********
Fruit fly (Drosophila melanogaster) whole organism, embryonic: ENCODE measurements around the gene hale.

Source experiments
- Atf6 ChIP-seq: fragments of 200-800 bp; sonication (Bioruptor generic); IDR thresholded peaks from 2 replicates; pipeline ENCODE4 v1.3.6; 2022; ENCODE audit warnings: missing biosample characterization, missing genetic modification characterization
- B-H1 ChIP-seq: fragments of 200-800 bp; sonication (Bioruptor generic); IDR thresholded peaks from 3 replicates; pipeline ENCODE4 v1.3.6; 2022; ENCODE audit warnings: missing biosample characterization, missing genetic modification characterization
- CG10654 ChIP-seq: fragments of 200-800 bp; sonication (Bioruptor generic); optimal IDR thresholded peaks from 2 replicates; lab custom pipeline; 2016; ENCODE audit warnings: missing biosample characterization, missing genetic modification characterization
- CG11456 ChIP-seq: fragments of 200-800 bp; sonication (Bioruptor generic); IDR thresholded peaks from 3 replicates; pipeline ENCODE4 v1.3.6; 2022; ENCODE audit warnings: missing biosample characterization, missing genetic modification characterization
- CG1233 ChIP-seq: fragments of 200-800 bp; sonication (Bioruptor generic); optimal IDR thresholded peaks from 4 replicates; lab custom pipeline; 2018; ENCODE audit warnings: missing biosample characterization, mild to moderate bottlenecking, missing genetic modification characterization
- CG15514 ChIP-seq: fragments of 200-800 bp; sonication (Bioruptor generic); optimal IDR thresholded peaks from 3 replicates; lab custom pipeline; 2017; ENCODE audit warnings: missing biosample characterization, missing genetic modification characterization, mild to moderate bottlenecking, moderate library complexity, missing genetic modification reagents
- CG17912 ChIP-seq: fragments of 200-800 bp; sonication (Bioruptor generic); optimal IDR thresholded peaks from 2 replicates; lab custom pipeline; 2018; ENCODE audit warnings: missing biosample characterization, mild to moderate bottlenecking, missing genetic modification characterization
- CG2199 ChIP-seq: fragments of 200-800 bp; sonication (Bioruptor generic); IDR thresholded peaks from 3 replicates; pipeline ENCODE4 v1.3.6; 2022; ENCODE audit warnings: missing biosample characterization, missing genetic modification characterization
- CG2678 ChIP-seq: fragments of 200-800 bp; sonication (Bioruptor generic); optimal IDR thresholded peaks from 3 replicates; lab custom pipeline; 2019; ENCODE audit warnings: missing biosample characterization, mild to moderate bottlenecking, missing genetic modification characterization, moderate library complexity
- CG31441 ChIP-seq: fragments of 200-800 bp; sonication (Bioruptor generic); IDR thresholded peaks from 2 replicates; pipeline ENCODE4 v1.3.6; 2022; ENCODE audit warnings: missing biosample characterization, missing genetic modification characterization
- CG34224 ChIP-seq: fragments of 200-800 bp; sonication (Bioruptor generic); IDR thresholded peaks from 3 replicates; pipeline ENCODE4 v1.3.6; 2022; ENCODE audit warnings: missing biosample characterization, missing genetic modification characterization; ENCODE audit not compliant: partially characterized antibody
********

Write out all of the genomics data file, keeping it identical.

Fruit fly (Drosophila melanogaster) whole organism, embryonic: ENCODE measurements around the gene hale.

Source experiments
- Atf6 ChIP-seq: fragments of 200-800 bp; sonication (Bioruptor generic); IDR thresholded peaks from 2 replicates; pipeline ENCODE4 v1.3.6; 2022; ENCODE audit warnings: missing biosample characterization, missing genetic modification characterization
- B-H1 ChIP-seq: fragments of 200-800 bp; sonication (Bioruptor generic); IDR thresholded peaks from 3 replicates; pipeline ENCODE4 v1.3.6; 2022; ENCODE audit warnings: missing biosample characterization, missing genetic modification characterization
- CG10654 ChIP-seq: fragments of 200-800 bp; sonication (Bioruptor generic); optimal IDR thresholded peaks from 2 replicates; lab custom pipeline; 2016; ENCODE audit warnings: missing biosample characterization, missing genetic modification characterization
- CG11456 ChIP-seq: fragments of 200-800 bp; sonication (Bioruptor generic); IDR thresholded peaks from 3 replicates; pipeline ENCODE4 v1.3.6; 2022; ENCODE audit warnings: missing biosample characterization, missing genetic modification characterization
- CG1233 ChIP-seq: fragments of 200-800 bp; sonication (Bioruptor generic); optimal IDR thresholded peaks from 4 replicates; lab custom pipeline; 2018; ENCODE audit warnings: missing biosample characterization, mild to moderate bottlenecking, missing genetic modification characterization
- CG15514 ChIP-seq: fragments of 200-800 bp; sonication (Bioruptor generic); optimal IDR thresholded peaks from 3 replicates; lab custom pipeline; 2017; ENCODE audit warnings: missing biosample characterization, missing genetic modification characterization, mild to moderate bottlenecking, moderate library complexity, missing genetic modification reagents
- CG17912 ChIP-seq: fragments of 200-800 bp; sonication (Bioruptor generic); optimal IDR thresholded peaks from 2 replicates; lab custom pipeline; 2018; ENCODE audit warnings: missing biosample characterization, mild to moderate bottlenecking, missing genetic modification characterization
- CG2199 ChIP-seq: fragments of 200-800 bp; sonication (Bioruptor generic); IDR thresholded peaks from 3 replicates; pipeline ENCODE4 v1.3.6; 2022; ENCODE audit warnings: missing biosample characterization, missing genetic modification characterization
- CG2678 ChIP-seq: fragments of 200-800 bp; sonication (Bioruptor generic); optimal IDR thresholded peaks from 3 replicates; lab custom pipeline; 2019; ENCODE audit warnings: missing biosample characterization, mild to moderate bottlenecking, missing genetic modification characterization, moderate library complexity
- CG31441 ChIP-seq: fragments of 200-800 bp; sonication (Bioruptor generic); IDR thresholded peaks from 2 replicates; pipeline ENCODE4 v1.3.6; 2022; ENCODE audit warnings: missing biosample characterization, missing genetic modification characterization
- CG34224 ChIP-seq: fragments of 200-800 bp; sonication (Bioruptor generic); IDR thresholded peaks from 3 replicates; pipeline ENCODE4 v1.3.6; 2022; ENCODE audit warnings: missing biosample characterization, missing genetic modification characterization; ENCODE audit not compliant: partially characterized antibody